Tips for buying and using a car with biodiesel
February 8, 2007 9:58 PM   Subscribe

What car models are best for biodiesel? Anyone done the full conversion to vegetable oil?

Today my car died. Engine needs to be rebuilt so I am going to sell it for parts.

I'm going to buy something else and this time it's going to be able to run off biodiesel. Anyone have any experience with this and care to offer advice?

2002 or older is best for biodiesel I've heard. Any specific models good in particular? For biodiesel or just diesel in general. Mercedes? Volvo? VW?
posted by jruckman to Travel & Transportation (16 answers total) 1 user marked this as a favorite
 
There's some good info in this previous thread.
posted by vacapinta at 10:07 PM on February 8, 2007


One vote for a VW Golf TDI, here. The ability to mix with regular diesel is a useful crutch. 4 doors and a hatchback with a folding down back seat? So useful. ~40 mpg automatic. I would probably prefer a Jetta Wagon, but here in the Bay Area, they're basically the holy granola grail.

p.s. they sure are safe. We just bought our second after the first was knocked off the road and rolled twice down a thirty foot ravine by a drunk girl doing 105, listening to gnarls barkley and eating starburst in a rental car. Many airbags deployed and we walked away ok.
posted by Ambrosia Voyeur at 10:36 PM on February 8, 2007


bella!
posted by Ambrosia Voyeur at 10:37 PM on February 8, 2007


Ambrosia Voyeur: "the holy granola grail" LOL
posted by jruckman at 3:13 AM on February 9, 2007


I'd get an early 1980s mercedes 300d - I love those cars, and I have heard nothing but good things about any biodiesel/full veggie conversions on them.
posted by sluggo at 3:49 AM on February 9, 2007


My wife did TONS of research on this before settling on her Volkswagen Jetta TDI. I'll get details from her and update you on the 'why' behind her decision... It's a manual shift, btw, and she loves it.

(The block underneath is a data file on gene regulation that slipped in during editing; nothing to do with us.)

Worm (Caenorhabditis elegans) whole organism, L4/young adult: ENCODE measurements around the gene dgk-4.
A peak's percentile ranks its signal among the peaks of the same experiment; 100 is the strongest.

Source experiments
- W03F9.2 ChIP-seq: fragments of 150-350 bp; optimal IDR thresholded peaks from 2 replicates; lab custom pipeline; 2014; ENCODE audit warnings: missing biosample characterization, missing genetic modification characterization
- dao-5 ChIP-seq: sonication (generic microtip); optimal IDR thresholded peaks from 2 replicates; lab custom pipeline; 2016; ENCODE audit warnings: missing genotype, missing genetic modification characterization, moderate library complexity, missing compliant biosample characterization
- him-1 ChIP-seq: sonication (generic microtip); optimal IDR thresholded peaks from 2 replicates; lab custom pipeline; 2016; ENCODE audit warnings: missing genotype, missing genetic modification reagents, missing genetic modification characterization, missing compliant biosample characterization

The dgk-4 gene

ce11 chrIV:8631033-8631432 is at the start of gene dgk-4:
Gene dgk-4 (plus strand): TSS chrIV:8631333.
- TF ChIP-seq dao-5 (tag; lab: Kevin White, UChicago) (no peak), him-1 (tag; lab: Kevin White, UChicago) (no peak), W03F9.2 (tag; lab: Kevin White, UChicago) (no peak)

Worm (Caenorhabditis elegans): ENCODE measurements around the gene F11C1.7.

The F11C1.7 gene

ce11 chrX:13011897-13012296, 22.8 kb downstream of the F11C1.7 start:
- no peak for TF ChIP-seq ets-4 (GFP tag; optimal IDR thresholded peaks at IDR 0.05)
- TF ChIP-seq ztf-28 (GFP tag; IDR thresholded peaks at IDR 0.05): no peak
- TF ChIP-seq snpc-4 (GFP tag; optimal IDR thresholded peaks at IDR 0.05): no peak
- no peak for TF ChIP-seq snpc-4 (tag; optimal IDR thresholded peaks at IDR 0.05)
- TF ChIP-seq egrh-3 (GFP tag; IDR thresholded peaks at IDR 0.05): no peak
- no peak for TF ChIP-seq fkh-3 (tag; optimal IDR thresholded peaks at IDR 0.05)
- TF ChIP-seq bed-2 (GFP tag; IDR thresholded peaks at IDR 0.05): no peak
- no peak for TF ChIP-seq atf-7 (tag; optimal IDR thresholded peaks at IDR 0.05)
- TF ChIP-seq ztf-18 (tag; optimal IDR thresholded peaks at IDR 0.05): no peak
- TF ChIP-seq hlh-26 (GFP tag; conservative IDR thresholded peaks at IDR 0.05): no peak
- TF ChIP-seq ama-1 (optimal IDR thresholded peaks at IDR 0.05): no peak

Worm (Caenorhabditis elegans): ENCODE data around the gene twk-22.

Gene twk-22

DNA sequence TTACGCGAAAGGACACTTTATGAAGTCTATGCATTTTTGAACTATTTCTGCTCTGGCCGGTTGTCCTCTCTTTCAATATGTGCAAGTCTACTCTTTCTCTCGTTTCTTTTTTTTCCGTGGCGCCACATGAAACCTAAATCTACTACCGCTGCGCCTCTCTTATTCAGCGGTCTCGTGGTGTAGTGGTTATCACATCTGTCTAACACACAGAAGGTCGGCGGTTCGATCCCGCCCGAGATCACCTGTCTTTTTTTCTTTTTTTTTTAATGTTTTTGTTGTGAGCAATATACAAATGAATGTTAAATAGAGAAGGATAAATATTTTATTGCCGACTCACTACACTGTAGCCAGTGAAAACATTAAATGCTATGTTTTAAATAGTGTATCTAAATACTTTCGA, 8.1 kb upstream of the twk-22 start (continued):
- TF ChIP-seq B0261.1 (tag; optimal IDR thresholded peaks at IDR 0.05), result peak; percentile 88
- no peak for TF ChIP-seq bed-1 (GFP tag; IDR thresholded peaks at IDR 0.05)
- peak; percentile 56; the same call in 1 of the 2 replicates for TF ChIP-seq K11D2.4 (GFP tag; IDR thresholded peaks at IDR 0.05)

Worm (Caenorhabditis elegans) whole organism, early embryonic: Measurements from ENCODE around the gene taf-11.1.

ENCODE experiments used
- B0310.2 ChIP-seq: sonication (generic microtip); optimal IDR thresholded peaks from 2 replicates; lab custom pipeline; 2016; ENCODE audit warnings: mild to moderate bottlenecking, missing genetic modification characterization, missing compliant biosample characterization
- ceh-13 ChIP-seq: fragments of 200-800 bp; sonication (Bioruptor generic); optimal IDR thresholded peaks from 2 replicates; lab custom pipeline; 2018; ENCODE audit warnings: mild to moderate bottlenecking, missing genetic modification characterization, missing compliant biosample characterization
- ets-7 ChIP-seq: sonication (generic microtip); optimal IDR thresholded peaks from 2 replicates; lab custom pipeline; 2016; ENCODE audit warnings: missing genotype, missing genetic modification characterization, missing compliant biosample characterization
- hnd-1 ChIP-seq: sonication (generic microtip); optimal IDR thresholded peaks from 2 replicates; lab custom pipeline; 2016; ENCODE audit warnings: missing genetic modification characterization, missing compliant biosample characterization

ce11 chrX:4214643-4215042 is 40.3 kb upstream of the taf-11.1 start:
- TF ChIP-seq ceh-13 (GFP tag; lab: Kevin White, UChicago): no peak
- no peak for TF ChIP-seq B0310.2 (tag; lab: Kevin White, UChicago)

posted by richmondparker at 5:20 AM on February 9, 2007


Seconding sluggo - my brother occasionally runs biodiesel in his 1982 300D with no problem, and that car is a tank. Built like a brick shithouse and easy to maintain. Comfy too.
posted by djb at 5:35 AM on February 9, 2007


A guy in my church did it with a diesel VW Bug. He gets his oil from a burger joint.
posted by 4ster at 6:31 AM on February 9, 2007


My father in law converted two early 80s Mercedes diesels to run off a second tank with vegetable oil. There's a lot of stuff having to do with filtration and switching. He's currently writing a book about it.

He doesn't do biodiesel, though.
posted by mkb at 6:34 AM on February 9, 2007


TDI VW bug owner here! My city has a biodiesel filling station. That helps quite a bit. I don't wanna do my own french fry stuff!
posted by k8t at 7:42 AM on February 9, 2007


There's a company called LiquidSolar in Ithaca, NY that does Biodiesel/veggie oil conversions. The last couple of years I was at Cornell, I saw one of their biodiesel Jettas quite frequently, and they did a conversion of a big Dodge (I think, might've been GMC?) diesel van for a campus environmental group I was involved in. I don't know anything about their prices, though.
posted by Alterscape at 8:04 AM on February 9, 2007


Pretty much any diesel engine can be run on biodiesel, but there are a couple of things to consider. Cars built before 1994 or so often have fuel lines that contain natural rubber, which is rotted quickly by biodiesel, but if your 15-year-old car still has its original fuel lines it's time for you to replace them anyway. On the other end of the age spectrum, auto manufacturers have been very cautious about embracing biodiesel. VW, for example, recommends diesel blended with no greater than 20% biodiesel for use in its cars. There have been stories about VW declining warranty coverage on engine repairs due to use of "unapproved fuels". (The solution for B100 users who need warranty coverage seems to be as simple as filling up with diesel before bringing the car in, but having a car covered with "Biodiesel - Fuel for the Revolution" stickers probably doesn't help.)